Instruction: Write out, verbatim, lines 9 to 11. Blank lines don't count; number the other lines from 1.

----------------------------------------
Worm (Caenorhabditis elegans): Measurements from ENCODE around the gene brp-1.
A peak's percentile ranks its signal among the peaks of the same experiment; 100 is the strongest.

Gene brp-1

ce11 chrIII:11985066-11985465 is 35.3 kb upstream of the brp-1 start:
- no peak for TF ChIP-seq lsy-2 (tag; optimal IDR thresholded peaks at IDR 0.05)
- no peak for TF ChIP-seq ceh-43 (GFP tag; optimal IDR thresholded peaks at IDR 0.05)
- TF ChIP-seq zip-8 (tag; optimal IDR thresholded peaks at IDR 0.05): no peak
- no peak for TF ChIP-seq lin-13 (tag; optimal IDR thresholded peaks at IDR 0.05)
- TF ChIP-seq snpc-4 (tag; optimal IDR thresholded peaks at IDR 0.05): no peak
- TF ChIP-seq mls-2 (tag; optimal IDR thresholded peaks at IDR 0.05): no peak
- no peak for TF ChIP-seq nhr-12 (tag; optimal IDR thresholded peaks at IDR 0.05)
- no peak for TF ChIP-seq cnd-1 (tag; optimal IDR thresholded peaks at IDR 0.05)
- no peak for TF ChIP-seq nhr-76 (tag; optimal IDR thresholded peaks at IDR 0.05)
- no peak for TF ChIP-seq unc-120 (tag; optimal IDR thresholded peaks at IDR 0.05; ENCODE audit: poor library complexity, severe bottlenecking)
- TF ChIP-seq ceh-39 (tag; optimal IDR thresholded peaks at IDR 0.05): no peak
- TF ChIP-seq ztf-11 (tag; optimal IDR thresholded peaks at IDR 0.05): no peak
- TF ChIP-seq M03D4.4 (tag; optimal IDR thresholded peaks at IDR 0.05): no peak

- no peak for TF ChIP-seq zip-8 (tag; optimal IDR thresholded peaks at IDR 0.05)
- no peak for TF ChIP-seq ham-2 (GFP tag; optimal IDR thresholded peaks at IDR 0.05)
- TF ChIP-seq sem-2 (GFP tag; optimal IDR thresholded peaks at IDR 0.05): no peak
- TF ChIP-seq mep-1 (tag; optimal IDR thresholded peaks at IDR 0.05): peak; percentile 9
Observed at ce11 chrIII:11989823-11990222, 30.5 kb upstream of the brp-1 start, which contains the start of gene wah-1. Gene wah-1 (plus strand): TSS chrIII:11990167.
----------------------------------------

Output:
- TF ChIP-seq snpc-4 (tag; optimal IDR thresholded peaks at IDR 0.05): no peak
- TF ChIP-seq mls-2 (tag; optimal IDR thresholded peaks at IDR 0.05): no peak
- no peak for TF ChIP-seq nhr-12 (tag; optimal IDR thresholded peaks at IDR 0.05)